Now the moratorium is over.
Accordingly, on Thursday, the Republicans who got their collective ass kicked royally on Tuesday ought to take a good look at some bad moves they’ve made since they celebrated their midterm victories in 2010. They need to cast off their dry-rotted blinders, pronto.
If they do they might see that the explanation for several of the losses the Republican Party absorbed on Tuesday was tied to how much the USA has changed in recent years. The percentage of the total vote that is white male has been steadily shrinking and it's going to continue to do so.
Which means it’s time for some conservative old goats to face the music.
Speaking of goats, if the Republican Party continues to allow the likes of Karl Rove, Grover Norquist and Rush Limbaugh to shape its agenda, while those three guys will do just fine, the GOP itself will continue its meltdown.
The Tea Party-driven strategy the congressional Republicans have used for the last two years blatantly turned its back on solving problems. Their only goal was to deny any success whatsoever to the president, in order to defeat him on Nov. 6. No doubt, if they continue to try to sell their obstructionism as patriotism, they do so at their own peril.
Given Tuesday’s results, it seems that nefarious strategy backfired. Now, facilitated by their own noisy denials of post-election reality, the meltdown process is intensifying.
Conservatives who despise the union movement have been bashing teachers as if they are the problem with government spending. Forget about borrowing money to prosecute wars, it’s the teachers! In doing so, Republicans come off as anti-public education and that will never set well with middle class parents and young voters.
Last night, professional wiseass Andy Borowitz wrote on his Facebook page: “To survive as a party, the Republicans need to welcome people who believe in different things than they do, like science and math.”
Feeling it had the momentum to elect almost anybody, the arrogant GOP fielded some Looney Tunes villains as candidates in 2012.
At the top of that list was Missouri’s senatorial candidate, Todd “Legitimate Rape” Akin. As Akin is a plain fool, the Republican powers that be in the Show Me State had to know that. But it looks like they mistakenly thought anybody could beat Claire McCaskill.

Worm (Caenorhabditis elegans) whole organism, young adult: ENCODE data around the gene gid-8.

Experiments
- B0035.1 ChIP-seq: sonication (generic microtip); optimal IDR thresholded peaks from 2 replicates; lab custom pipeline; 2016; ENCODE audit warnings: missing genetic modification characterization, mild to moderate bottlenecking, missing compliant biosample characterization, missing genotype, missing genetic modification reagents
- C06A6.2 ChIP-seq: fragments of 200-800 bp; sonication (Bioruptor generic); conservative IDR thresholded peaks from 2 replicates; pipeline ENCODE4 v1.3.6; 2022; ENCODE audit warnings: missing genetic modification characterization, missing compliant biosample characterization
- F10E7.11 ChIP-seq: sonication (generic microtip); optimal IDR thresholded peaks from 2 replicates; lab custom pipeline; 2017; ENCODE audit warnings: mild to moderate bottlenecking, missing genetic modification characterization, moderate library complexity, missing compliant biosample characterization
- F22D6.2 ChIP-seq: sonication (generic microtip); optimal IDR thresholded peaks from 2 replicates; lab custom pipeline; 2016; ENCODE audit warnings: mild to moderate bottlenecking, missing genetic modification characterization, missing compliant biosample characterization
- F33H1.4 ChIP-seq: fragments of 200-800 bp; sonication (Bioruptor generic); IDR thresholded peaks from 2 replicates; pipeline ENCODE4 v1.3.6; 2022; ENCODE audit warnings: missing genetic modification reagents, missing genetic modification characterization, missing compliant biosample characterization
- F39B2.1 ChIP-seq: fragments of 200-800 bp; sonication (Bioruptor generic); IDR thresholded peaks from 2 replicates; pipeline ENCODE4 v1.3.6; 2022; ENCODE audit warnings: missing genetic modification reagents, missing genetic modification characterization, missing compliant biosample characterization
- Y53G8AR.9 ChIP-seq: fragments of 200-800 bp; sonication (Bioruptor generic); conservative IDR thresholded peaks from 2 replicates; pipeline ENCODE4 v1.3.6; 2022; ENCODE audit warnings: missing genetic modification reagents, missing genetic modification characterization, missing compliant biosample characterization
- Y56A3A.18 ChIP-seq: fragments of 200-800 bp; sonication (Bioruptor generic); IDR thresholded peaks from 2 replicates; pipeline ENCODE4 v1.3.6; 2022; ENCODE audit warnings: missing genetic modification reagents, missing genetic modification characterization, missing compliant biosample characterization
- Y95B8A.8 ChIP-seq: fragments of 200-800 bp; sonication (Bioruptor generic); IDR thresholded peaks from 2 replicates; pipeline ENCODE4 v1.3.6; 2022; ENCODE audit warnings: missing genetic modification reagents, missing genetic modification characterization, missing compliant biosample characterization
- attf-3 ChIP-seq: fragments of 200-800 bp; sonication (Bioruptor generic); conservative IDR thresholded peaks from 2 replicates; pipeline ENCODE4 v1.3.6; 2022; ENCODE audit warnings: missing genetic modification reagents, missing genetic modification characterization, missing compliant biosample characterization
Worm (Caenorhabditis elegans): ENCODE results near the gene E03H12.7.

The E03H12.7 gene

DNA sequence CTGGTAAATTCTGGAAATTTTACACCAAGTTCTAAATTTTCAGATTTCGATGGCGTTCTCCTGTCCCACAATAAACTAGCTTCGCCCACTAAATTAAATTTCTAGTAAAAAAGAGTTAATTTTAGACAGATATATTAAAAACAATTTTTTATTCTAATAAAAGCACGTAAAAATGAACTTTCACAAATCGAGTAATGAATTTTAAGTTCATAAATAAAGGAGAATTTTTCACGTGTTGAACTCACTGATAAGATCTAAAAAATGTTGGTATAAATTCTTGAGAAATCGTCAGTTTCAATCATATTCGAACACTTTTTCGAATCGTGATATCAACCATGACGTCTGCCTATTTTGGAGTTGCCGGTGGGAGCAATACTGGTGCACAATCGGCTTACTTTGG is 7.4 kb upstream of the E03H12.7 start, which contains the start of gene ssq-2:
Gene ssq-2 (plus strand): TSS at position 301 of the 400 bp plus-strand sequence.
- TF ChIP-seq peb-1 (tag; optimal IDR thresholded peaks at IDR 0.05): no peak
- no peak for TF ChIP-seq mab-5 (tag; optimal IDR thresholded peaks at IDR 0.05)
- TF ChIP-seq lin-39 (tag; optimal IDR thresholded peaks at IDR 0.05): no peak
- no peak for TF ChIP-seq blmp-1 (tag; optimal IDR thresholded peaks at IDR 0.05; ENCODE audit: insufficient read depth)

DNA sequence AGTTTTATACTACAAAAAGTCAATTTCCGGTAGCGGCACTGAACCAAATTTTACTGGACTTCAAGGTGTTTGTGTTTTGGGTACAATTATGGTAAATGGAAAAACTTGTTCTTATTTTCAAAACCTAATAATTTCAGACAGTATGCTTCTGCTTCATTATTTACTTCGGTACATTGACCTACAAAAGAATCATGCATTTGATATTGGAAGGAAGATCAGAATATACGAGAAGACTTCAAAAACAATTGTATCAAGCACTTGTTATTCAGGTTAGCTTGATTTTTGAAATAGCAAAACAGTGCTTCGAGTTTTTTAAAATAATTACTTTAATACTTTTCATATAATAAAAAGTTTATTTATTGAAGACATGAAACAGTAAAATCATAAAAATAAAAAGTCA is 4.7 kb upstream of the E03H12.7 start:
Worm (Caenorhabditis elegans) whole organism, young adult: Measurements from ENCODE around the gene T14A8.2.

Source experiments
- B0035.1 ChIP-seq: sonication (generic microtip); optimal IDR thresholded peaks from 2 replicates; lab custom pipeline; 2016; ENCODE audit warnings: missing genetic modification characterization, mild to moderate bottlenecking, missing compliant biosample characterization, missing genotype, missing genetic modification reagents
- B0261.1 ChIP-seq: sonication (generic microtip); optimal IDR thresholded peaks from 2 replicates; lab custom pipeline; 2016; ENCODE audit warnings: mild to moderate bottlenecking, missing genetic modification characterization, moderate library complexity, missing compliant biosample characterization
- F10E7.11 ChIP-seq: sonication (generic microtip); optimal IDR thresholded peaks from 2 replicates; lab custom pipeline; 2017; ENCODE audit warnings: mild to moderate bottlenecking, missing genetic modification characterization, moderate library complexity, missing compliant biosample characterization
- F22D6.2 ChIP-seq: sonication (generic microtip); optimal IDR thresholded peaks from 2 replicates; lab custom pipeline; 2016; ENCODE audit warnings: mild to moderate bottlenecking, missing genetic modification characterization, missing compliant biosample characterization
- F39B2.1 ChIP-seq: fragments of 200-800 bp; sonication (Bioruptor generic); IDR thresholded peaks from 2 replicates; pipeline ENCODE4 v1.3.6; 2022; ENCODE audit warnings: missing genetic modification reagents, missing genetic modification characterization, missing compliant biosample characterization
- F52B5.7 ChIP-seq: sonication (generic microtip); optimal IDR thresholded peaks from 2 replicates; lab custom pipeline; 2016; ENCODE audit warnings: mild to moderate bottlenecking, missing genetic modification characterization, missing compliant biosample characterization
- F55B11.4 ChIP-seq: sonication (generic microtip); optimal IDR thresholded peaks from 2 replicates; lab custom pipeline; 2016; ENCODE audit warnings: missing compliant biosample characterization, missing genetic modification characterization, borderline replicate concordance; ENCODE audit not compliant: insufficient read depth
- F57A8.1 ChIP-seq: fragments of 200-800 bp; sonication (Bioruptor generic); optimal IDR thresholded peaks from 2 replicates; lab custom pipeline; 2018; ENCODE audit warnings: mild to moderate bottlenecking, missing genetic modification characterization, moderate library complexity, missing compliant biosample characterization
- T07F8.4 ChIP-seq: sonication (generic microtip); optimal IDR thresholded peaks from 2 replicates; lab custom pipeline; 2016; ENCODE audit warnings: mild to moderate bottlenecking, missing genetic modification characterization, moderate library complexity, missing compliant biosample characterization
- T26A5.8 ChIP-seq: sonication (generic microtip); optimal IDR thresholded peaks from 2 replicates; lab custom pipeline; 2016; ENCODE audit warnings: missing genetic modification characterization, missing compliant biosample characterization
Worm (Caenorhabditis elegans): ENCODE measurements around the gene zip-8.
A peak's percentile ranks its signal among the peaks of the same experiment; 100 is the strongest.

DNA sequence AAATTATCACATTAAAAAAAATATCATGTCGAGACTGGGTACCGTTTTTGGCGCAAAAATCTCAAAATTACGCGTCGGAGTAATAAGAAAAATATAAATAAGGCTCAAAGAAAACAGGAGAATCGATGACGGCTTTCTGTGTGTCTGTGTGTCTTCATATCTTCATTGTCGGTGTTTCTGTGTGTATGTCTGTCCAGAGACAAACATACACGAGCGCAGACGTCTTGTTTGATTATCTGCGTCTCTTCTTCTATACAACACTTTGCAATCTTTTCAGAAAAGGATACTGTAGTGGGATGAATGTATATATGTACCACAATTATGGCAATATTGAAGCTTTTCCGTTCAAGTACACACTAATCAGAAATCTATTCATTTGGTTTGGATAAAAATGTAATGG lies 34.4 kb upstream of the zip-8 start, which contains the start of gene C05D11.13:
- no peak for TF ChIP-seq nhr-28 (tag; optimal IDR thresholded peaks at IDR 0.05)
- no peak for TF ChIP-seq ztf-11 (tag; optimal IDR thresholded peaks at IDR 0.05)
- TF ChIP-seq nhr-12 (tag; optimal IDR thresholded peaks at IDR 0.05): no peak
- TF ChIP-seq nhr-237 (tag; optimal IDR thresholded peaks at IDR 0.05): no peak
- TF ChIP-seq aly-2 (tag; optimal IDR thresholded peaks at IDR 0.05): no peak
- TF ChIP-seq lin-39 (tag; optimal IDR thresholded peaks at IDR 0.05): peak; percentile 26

In Virginia, George “Macaca” Allen was another obviously bad candidate. He was damaged goods and Virginia Republicans knew that. But they must have figured it was in the bag, anyway.
Hey, couldn’t almost anybody could beat that liberal Obama ally, Chairman Tim Kaine?
Apparently there was a good amount of ticket splitting in the Old Dominion, where Romney voters couldn’t vote the straight ticket, if it meant supporting Allen, a man widely viewed as an obnoxious bully.
A big part of how Republicans in Missouri and Virginia could believe those two Democratic candidates would be easy to beat was that so many conservatives live in a virtual echo chamber when it comes to following politics. They see most of the mainstream media as prevaricating liberal tools, so they put their faith in the Fox News brand of truth and parrot its talking points.
No one should be surprised when bad candidates lose.
Like it or not, running a national campaign is the test for president. It may not be the best way to audition candidates for the job and campaign finance reform is sorely needed, but as of 2012, it’s what our system provides.
Well, Obama’s advisers just ran a masterful campaign. They targeted the key battleground states and won them. Colorado! Iowa! Nevada! New Hampshire! Ohio! Virginia! Wisconsin! Lots of young voters look at those results without seeing ideology.
No, they see competency.
At long last, Republicans have to accept that when they use thinly-veiled appeals to racists, as they did repeatedly during the 2012 campaign, they are constricting their party’s growth. Such tone-deaf reaching out to the most hateful elements of the electorate has to stop.
The same goes with opposing same-sex marriage and trying to outlaw abortion. The justification for those two backward positions is tied to old time religion, and they are both killer millstones.
While I could easily go on lecturing my stubborn happy hour pals and their ilk, instead I’ll sum it up this way:
Unless Republicans can learn from their mistakes and start to articulate a smart, up-to-date approach to conservatism, one that appeals to tomorrow’s multicultural voters that might want to see more imagination, efficiency and prudence in the way government does business … then, tha, tha, that’s all folks!